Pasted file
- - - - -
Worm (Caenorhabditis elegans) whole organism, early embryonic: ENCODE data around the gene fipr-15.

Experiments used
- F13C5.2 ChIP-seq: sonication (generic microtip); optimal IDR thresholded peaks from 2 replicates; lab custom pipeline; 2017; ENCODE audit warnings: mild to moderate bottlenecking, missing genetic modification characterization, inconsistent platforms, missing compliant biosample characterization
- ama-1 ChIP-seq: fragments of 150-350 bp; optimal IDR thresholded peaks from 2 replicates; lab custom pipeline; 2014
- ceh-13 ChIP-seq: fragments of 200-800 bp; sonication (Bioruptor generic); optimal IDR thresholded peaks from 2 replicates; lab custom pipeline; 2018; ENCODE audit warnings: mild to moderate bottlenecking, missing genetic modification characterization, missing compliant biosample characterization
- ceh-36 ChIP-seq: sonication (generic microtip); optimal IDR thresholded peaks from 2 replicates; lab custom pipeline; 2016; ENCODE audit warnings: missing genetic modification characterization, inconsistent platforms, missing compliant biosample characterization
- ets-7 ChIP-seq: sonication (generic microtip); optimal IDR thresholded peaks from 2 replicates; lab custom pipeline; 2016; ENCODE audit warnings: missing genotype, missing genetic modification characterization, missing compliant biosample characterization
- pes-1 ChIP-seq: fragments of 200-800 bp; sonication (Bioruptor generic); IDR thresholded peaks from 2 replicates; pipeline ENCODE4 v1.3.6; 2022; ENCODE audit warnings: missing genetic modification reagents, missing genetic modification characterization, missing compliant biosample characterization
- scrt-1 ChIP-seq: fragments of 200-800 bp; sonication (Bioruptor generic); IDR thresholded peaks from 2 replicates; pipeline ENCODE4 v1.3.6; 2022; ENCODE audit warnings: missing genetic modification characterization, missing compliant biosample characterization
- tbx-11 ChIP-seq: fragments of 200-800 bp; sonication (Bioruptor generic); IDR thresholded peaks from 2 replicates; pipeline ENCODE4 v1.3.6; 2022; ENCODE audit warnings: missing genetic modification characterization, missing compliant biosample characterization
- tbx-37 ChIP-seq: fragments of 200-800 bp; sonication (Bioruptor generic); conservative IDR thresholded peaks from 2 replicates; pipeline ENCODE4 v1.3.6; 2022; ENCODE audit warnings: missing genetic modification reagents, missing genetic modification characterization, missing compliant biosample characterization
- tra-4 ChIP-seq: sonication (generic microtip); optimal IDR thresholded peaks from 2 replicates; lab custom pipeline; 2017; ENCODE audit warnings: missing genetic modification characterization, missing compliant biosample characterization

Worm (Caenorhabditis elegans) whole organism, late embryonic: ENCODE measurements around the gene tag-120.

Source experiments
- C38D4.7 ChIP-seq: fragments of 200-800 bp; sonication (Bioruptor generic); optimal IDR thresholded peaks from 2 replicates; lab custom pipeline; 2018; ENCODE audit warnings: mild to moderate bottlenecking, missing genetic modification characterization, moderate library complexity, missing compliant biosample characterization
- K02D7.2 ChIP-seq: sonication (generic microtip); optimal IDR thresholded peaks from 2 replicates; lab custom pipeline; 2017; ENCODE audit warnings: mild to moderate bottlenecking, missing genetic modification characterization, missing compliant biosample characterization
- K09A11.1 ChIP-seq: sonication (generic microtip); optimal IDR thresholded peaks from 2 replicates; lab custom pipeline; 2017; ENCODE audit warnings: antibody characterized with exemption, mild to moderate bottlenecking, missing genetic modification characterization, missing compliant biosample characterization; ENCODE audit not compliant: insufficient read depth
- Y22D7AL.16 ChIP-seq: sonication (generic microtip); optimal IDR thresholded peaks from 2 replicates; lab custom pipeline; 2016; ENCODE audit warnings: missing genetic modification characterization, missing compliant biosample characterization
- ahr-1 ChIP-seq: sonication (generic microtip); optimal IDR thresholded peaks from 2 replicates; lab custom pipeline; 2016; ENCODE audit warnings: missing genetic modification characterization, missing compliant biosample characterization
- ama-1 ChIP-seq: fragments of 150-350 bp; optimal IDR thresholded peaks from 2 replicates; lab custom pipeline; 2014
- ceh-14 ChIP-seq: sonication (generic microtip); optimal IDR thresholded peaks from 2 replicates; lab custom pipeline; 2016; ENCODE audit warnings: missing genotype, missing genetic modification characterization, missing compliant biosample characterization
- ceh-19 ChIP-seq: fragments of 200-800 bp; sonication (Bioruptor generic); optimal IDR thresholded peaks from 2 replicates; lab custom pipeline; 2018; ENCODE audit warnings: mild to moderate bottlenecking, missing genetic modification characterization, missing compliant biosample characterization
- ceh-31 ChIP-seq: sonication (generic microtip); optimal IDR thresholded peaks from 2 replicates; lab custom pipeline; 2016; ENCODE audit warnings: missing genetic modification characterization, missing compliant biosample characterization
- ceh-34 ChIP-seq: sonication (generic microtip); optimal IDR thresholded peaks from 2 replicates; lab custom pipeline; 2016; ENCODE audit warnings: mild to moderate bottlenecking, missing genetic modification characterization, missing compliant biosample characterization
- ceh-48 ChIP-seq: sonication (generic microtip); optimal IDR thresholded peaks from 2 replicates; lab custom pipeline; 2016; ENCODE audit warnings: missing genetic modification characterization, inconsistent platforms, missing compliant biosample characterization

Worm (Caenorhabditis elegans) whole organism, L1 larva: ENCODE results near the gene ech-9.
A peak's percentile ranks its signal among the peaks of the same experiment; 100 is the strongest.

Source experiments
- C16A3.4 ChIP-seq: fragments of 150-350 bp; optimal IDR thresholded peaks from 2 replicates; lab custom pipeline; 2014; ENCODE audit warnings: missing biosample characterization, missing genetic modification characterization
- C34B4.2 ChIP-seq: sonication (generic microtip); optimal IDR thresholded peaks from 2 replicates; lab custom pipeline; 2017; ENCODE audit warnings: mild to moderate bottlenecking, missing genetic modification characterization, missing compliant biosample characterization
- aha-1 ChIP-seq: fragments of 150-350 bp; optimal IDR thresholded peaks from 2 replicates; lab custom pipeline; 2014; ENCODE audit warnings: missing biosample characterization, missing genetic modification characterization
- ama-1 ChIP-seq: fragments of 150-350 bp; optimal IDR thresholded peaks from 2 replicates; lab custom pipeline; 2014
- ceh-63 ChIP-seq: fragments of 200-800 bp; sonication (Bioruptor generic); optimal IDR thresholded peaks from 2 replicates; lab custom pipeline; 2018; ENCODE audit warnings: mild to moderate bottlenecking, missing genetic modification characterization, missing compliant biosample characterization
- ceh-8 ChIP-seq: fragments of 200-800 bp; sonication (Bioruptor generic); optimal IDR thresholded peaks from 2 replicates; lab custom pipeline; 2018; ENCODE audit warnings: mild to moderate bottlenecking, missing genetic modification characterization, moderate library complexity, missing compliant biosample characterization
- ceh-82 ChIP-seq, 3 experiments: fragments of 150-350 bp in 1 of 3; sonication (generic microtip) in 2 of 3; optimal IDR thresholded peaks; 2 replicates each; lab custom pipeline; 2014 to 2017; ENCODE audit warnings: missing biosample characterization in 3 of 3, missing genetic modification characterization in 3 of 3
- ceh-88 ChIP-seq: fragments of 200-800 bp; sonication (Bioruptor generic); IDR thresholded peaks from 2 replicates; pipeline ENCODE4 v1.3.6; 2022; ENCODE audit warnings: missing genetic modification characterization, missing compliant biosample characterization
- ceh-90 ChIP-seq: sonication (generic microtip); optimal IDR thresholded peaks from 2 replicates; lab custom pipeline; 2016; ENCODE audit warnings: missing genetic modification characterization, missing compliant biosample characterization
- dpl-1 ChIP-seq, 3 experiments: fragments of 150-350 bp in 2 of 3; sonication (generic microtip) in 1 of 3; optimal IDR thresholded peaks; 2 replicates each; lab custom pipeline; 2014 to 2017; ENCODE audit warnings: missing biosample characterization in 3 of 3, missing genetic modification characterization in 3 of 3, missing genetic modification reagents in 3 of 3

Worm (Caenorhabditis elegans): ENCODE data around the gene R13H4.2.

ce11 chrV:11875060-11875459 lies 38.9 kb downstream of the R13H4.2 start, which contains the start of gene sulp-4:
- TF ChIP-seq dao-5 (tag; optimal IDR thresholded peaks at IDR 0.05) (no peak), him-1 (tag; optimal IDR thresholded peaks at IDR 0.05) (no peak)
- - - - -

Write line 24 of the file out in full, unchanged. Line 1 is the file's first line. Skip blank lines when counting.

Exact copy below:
- ceh-34 ChIP-seq: sonication (generic microtip); optimal IDR thresholded peaks from 2 replicates; lab custom pipeline; 2016; ENCODE audit warnings: mild to moderate bottlenecking, missing genetic modification characterization, missing compliant biosample characterization